Special Issue "Authentic Leadership and Talent Development"
Deadline for manuscript submissions: 30 June 2021.
Interests: Cross-cultural competence; women’s leadership development; authentic talent development; qualitative research methods
Debebe (2017) defines authentic leadership and talent development as “a process whereby individuals discover what they are good at and love to do and use their talents to express their values” (p. 420). Applying this concept to the context of leadership, she argues that the development of talent fuels the leader’s inspiration, and this, in turn, is contagious, mobilizing inspired action in others. Thus, influence in leadership is, in part, exercised through being deeply connected to what one does. Drawing on an extensive body of work in the talent development literature (e.g., Ambrose 2003; Carter and Constantine 2000; Ford 1995), she also argues that social identity ascription processes constrain individuals’ capacity to construct authentic talent trajectories—those aligned with intrinsic interests and values. Finally, Debebe (2017) suggests that individual capacity to navigate these constraints and construct authentic talent trajectories, resides, at least in part, in the cultivation and use of psychological capital. This call for papers seeks to invite contributions that build on and expand this formulation of authentic talent development in the context of an array of topic areas of interest in organizational research and practice (Debebe 2017).
Talent refers to competencies that produce exceptional performance in some arena. Talent development researchers suggest that talents emerge from a learning process in which an individual’s natural gifts are identified and developed. An individual is said to be gifted when they spontaneously display precocious development in some ability domain (Gagne 1986, 2004). The identification of gifts, and their development through a systematic learning process, contributes to talent development (Ericsson, Krampe and Tesch-Römer 1993; Olszewski-Kubilius, Subotnik and Worrell 2015; Plucker and Callahan 2014). Through this process, an individual cultivates gifts, increasing, advancing, and expanding competencies that contribute to skilled action in a range of substantive areas (e.g., teaching, mentoring, performing surgery, painting, negotiating).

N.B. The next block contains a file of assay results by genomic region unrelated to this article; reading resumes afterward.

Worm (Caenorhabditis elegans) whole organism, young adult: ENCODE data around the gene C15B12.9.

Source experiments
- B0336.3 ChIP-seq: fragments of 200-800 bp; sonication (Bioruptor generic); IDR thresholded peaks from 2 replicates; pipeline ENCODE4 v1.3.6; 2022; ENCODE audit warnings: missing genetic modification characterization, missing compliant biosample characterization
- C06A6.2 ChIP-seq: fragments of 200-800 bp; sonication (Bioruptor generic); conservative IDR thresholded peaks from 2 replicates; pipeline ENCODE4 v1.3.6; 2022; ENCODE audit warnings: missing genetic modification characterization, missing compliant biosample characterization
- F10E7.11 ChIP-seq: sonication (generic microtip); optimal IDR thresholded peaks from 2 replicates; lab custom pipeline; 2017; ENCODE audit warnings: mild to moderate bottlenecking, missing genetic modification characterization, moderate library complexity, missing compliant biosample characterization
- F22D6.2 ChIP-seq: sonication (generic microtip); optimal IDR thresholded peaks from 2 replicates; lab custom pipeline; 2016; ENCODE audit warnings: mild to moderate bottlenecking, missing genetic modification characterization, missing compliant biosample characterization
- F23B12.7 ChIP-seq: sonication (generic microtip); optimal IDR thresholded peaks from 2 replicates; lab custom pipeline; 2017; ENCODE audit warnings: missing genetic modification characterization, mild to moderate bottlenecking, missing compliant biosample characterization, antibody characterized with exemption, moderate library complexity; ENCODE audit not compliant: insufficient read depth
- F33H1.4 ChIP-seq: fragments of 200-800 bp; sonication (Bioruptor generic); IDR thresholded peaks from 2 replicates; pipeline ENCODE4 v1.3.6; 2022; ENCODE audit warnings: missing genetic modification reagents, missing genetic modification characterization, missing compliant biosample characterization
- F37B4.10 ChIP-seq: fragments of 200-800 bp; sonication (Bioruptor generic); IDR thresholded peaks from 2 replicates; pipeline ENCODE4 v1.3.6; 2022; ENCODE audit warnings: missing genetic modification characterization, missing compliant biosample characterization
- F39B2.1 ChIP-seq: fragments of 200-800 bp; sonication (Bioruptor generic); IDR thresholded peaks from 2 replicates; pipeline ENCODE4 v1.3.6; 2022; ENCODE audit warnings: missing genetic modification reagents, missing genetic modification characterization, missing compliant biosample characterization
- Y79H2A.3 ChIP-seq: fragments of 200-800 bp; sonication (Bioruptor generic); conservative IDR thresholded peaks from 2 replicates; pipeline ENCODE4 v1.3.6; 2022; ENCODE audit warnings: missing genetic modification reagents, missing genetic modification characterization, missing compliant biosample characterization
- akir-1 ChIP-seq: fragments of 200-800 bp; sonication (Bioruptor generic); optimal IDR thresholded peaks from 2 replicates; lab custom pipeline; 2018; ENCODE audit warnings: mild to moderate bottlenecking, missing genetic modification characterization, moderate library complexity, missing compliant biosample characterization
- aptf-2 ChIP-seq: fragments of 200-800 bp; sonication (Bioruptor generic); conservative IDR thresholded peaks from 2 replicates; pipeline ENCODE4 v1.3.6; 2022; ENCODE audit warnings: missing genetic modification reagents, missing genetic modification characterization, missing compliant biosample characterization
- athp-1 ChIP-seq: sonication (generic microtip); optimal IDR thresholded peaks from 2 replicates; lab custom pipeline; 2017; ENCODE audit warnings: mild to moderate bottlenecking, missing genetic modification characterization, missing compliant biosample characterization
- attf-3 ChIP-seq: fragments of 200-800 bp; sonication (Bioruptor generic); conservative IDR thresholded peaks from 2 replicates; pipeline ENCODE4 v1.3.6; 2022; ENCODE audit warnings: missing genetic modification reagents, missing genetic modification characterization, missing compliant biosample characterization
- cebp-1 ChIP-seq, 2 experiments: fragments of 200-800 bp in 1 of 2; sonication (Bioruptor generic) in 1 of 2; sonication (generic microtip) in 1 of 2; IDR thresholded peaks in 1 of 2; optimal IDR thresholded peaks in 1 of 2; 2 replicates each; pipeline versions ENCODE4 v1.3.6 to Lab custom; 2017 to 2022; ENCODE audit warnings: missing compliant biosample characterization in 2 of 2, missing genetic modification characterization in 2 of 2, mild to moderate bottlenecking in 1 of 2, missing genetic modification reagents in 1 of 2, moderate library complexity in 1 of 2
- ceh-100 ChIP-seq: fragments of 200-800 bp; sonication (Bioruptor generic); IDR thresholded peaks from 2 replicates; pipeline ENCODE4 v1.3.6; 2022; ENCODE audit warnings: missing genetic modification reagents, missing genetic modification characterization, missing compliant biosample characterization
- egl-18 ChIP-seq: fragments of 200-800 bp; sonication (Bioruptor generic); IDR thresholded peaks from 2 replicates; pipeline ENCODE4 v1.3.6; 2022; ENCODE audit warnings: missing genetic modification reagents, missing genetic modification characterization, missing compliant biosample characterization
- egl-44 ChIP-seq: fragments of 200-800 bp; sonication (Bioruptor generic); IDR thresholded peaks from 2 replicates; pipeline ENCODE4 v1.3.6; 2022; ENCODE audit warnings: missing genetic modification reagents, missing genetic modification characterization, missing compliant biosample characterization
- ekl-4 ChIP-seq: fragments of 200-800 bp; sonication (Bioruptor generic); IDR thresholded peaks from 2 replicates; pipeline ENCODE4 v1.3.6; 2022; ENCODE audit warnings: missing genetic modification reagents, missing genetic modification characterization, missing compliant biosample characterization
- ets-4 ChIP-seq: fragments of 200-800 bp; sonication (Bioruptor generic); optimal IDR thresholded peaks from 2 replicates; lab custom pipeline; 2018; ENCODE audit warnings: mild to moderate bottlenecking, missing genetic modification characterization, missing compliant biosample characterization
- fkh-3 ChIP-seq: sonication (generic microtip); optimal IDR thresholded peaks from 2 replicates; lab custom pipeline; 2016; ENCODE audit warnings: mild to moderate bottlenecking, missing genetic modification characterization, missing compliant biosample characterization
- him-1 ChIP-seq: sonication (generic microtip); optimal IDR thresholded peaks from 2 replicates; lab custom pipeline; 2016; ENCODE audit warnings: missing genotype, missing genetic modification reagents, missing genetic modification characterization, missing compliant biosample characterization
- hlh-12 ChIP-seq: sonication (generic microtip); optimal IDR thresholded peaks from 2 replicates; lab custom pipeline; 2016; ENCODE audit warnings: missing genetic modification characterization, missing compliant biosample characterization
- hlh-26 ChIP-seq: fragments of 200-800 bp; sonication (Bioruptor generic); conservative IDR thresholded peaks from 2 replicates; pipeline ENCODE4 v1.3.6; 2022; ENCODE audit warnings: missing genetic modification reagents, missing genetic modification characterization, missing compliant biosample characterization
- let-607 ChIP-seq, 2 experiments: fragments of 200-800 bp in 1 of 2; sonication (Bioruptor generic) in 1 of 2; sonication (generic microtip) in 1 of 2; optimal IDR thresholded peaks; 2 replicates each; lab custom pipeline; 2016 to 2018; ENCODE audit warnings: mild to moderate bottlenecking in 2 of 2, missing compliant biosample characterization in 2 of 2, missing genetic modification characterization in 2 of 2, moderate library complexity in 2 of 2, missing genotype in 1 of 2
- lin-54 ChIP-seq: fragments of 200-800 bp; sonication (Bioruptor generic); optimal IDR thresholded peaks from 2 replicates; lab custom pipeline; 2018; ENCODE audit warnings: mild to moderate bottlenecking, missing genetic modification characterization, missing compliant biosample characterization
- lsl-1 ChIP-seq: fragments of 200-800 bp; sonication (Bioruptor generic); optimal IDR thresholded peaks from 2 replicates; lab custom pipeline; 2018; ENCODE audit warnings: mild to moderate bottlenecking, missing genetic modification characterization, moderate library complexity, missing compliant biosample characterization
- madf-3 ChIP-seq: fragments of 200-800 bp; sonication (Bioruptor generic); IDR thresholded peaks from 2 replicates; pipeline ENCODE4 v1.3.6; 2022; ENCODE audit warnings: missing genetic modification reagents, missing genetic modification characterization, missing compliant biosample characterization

An individual may display giftedness in more than one area (e.g., poetry, art, and science), but he/she is unlikely to be equally interested in each. Ideally, the transformation of gifts into talents would be an organic process whereby individuals are enabled to find what Ken Robinson (2009; 2013) referred to as the “element”. People are in their element when there is convergence between the things they are good at doing and the things they love to do. Building on this idea, Debebe (2017) argues that choosing what to do is essential to authenticity in talent development, stating: “being in one’s element is not just about doing intrinsically satisfying work. It is fundamentally about becoming who you are through the choices you make regarding what you do.” Thus, free will in the exercise of choice is central to the concept of authentic talent development.